The breed originated in Wales and was bred to hunt pests, such as otters and badgers, for Welsh farmers. They resemble an Irish dog breed, the Airedale Terrier, but with notable differences. Namely, the Welsh Terrier is smaller; they stand about 15 inches tall and weigh around 20 pounds. Airedales are 23 inches tall on average and weigh 50–70 pounds.
The Welsh Terrier has a rectangular head and almond-shaped brown eyes. Their tail is commonly docked, though this is a controversial practice the American Veterinary Medical Association (AVMA) advocates against.
Caring for a Welsh Terrier
Welsh Terriers have a lot of energy and need to be given jobs to stay active and prevent boredom. They enjoy retrieving balls and running in a fenced backyard. A long, daily walk is also enjoyable for this breed.
A professional grooming appointment is needed every two to three months to keep their coat short and tidy. While their coat does shed, it can be stripped by hand or by using a grooming knife.
Welsh Terrier Health Issues
Legg-Calve-Perthes disease can occur in Welsh Terrier puppies. This disease causes limping on one or both hind limbs due to a lack of blood supply in the top of the femur, which leads to bone decay. This condition is painful and requires orthopedic surgery.
While rare, some Welsh Terriers are born with congenital hip dysplasia, while others can develop this condition during their senior years. Symptoms include:
Slowness to rise from a lying position
A “bunny-hopping” gait when running
Reluctance to run, jump, or go up or down stairs
Holding the affected leg out to the side when sitting up
Hip dysplasia can often be managed with joint supplements and certain medications. In serious cases, surgical intervention may be required.
Patellar luxation is when a dog’s kneecap moves (luxates) out of place. There are varying degrees of kneecap luxation, with the most severe requiring orthopedic surgery.
A reputable Welsh Terrier breeder will have their dogs evaluated for patellar luxation and hip dysplasia to make sure only those without these medical conditions are used for breeding.
Welsh terriers are prone to certain eye conditions, including cataracts, lens luxations, and glaucoma.
A cataract occurs when the eye lens becomes cloudy. The cataract’s size determines the degree of vision impairment, and surgery to remove the cataract may be needed to restore eyesight.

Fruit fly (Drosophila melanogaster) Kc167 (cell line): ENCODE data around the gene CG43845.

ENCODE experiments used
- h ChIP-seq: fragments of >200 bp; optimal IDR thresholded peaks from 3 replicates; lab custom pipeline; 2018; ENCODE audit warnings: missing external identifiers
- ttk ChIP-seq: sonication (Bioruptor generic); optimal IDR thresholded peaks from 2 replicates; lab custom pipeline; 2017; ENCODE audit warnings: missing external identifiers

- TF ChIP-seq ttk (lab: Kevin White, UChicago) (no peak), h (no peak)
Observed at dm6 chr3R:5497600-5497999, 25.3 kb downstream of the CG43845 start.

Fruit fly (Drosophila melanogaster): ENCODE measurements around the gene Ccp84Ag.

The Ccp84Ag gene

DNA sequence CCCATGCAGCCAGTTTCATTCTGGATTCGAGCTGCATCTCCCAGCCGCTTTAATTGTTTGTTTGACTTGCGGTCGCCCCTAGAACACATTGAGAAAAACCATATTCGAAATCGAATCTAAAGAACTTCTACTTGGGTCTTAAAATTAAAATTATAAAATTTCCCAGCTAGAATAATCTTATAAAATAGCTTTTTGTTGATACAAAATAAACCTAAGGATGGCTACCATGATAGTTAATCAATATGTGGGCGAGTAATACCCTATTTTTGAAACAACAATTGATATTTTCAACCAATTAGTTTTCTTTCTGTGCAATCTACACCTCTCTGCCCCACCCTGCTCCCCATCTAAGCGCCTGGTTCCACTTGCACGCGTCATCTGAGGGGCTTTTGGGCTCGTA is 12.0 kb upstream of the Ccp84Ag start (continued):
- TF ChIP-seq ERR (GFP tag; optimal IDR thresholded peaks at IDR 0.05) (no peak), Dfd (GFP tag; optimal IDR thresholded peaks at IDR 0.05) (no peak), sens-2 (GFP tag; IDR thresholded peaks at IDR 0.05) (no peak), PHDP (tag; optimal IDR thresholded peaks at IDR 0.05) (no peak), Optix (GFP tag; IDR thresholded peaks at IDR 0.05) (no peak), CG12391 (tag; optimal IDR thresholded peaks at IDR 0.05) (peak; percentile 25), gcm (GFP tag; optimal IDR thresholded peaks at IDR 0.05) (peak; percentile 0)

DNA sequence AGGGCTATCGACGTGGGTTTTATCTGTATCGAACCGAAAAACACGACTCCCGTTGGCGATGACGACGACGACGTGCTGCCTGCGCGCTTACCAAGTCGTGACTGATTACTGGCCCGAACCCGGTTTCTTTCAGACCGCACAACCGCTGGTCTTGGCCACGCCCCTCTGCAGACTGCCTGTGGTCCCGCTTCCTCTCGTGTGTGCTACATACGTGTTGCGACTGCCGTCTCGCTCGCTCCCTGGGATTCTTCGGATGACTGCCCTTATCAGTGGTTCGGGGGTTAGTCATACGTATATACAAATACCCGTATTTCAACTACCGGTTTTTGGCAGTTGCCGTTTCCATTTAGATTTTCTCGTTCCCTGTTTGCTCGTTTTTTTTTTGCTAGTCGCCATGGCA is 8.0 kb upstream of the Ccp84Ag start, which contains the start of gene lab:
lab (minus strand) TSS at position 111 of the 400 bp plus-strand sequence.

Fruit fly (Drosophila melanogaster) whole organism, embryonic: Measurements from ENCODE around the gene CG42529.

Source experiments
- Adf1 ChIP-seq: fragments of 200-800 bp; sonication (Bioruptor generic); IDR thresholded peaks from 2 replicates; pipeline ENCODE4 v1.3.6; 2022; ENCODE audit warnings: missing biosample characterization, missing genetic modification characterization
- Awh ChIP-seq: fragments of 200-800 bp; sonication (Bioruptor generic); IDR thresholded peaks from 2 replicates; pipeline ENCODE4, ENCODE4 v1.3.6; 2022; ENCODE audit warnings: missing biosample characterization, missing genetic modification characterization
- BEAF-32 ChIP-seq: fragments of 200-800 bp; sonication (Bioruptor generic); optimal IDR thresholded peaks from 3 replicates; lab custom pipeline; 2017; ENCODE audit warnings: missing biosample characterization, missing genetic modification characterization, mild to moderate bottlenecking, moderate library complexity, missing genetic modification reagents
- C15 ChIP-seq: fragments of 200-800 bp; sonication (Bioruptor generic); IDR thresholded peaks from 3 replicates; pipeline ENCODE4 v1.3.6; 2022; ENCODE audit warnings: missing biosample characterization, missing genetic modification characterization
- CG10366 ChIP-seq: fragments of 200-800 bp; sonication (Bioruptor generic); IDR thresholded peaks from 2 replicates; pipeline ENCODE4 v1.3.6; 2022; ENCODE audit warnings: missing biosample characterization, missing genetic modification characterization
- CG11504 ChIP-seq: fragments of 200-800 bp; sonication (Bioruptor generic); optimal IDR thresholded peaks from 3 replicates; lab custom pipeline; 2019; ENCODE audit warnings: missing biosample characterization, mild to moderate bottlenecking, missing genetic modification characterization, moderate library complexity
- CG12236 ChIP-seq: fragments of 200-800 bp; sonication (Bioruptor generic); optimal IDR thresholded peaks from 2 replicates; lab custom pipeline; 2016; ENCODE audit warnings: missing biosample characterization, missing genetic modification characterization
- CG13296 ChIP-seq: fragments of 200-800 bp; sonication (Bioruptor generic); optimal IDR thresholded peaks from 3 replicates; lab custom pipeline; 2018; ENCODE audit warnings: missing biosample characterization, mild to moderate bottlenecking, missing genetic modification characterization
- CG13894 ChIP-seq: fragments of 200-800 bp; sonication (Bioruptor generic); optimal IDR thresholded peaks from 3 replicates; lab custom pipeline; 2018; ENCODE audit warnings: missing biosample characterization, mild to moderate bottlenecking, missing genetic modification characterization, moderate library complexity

Glaucoma is an inherited eye disorder caused by increased pressure within the eye. This most often occurs in Welsh Terrier dogs under 3 years of age. Symptoms include excessive blinking, red eyes, bulging eyes, eye discharge, and blindness. Medications and surgery are often needed to manage glaucoma.
Primary lens luxation is a painful genetic eye condition in which the lens is displaced. This can lead to glaucoma and blindness if surgical correction isn’t performed quickly.
Canine atopic dermatitis (atopy) is an extremely itchy skin condition that Welsh Terriers are believed to be genetically predisposed to. It can be triggered by environmental allergens (such as pollen, fleas, dust mites, or mold) or by a food allergy, often due to the protein in the diet.
Symptoms usually develop between 6 months and 3 years of age, so regular veterinary visits are important to monitor your dog’s skin health. Welsh Terriers with atopy are constantly scratching, chewing, or licking themselves. This self-trauma leads to hair loss, thickened skin, and secondary skin infections. Treatment often involves topical therapy or oral medication, a recovery cone, and a food trial to test for a food allergy.
Primary epilepsy refers to seizure activity in dogs that may occur sporadically or frequently with no identified underlying cause. Symptoms usually develop at an early age (1–4 years) and may include:
Urination or defecation
Treatment involves one or more oral anti-seizure medications that must be given long-term to prevent seizures.
What To Feed a Welsh Terrier
How To Feed a Welsh Terrier
How Much Should You Feed a Welsh Terrier?
Follow the feeding guidelines on your dog food packaging to learn how much to feed your dog based on their weight. Your vet can give further advice on the proper feeding amount based on your dog’s health, age, and lifestyle.
Once your Welsh Terrier puppy is 1 year old, slowly transition their puppy food to a high-quality, small-breed adult formula. To prevent unwanted weight gain, adult food has fewer calories than puppy food. Welsh Terriers are prone to being overweight, so measure their food to avoid overfeeding.
As with all dogs, your Welsh Terrier’s daily diet should consist of 90% dog food and only 10% treats.
Nutritional Tips for Welsh Terriers
A healthy Welsh Terrier that’s fed an AAFCO-compliant dog food shouldn’t need anything additional. However, there are certain instances where a veterinarian may recommend one or more supplements for your dog.